Monoculture, and Pleasures of The Jungle Book
The sun never sets on the Disney empire. We are told in a program note for Disney Theatrical Productions (DTP),
With 15 productions currently produced or licensed, a Disney musical is being performed professionally somewhere on the planet virtually every hour of the day. Worldwide, its eight Broadway titles have been seen by over 124 million theatergoers and have, cumulatively, run a staggering 195 years.
It is both puzzling and laughable that Disney claims a history of nearly two centuries when its first experiment, Beauty and the Beast (the first experiment) opened on Broadway only in 1994.
Built on this strange arithmetic, and the artificial venerability it synthesizes, The Jungle Book, adapted for the stage by Mary Zimmerman is the latest addition to the fleet and has been stationed in its opening weeks both at the Goodman Theatre in Chicago and at the Huntington in Boston, where its genesis participates richly in the developments of American regional theater.
Like the earlier project (a memorable smash), The Jungle Book employs a seasoned and celebrated figure of the theater world, Zimmerman following in the foosteps of Julie Taymour, to give the pop-canonical Disney text a bright flavor of stage theatricality on an operatic scale.
Disney's new, live Jungle Book is a repetition in many ways, but in its adaptive technique it comes across specifically as a repetition of The Lion King. Like the earlier project (a memorable smash), The Jungle Book employs a seasoned and celebrated figure of the theater world, Zimmerman following in the foosteps of Julie Taymour, to give the pop-canonical Disney text a bright flavor of stage theatricality on an operatic scale. New sophistications have been everywhere stuck onto the narrative and visual world of the 1966 animated movie, not only in the thrust of presentation, but of refinement and reinvention.
Like The Lion King, The Jungle Book presents the problem of talking animals, and, like The Lion King, the former addresses the issue with recourse to the idea of ethnic flavor. By giving the stories newly exotic frames, both Taymour and Zimmerman are allowed to present performers in animal costumes, singing and dancing, without quite reducing the spectacle to children's theater or camp. The musicals open the world of Disney to include visual touches of globe-trotting adventure or the romantic exoticism of baroque opera, while rarely striking the unfortunate plastic note of, well, Disney World.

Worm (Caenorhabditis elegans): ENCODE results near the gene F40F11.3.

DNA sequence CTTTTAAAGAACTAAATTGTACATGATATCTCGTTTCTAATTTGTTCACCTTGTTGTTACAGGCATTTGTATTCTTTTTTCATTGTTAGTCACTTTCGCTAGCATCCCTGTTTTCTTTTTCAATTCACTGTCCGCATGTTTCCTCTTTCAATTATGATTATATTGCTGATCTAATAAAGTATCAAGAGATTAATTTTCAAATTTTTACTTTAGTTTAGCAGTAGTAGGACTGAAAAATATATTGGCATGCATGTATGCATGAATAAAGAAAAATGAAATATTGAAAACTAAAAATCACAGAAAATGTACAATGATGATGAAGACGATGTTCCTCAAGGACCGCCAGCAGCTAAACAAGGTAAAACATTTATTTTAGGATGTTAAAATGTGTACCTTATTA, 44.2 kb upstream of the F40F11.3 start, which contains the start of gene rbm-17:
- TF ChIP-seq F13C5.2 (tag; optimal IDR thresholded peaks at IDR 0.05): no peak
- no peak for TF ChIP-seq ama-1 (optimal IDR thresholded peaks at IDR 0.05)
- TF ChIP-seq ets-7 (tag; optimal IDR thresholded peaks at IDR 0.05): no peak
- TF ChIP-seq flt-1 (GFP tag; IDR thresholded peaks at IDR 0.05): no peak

It is much easier to deplore monoculture than to account for it, and the primary interest here is to examine the successes of the DTP method rather than its hypocrisies. The bohemian of elevated tastes should always suspect his complaints about popular media to savor lazily of sour grapes, and as an institution with a self-professed 195-year history, Disney musicals ought to command at least historical respect.
Like a five-star restaurant that serves 'updated' or 'deconstructed' cookies and milk, carefully arranged by an award-winning pastry chef, DTP dishes out childhood pleasures on fancier plates.
Theater in some ways depends upon success, upon an audience's willingness to participate, and audiences are tremendously willing to participate with the fruits of DTP. Understanding this phenomenon allows us to understand something about theater practice today, even if it is not quite what we want to understand.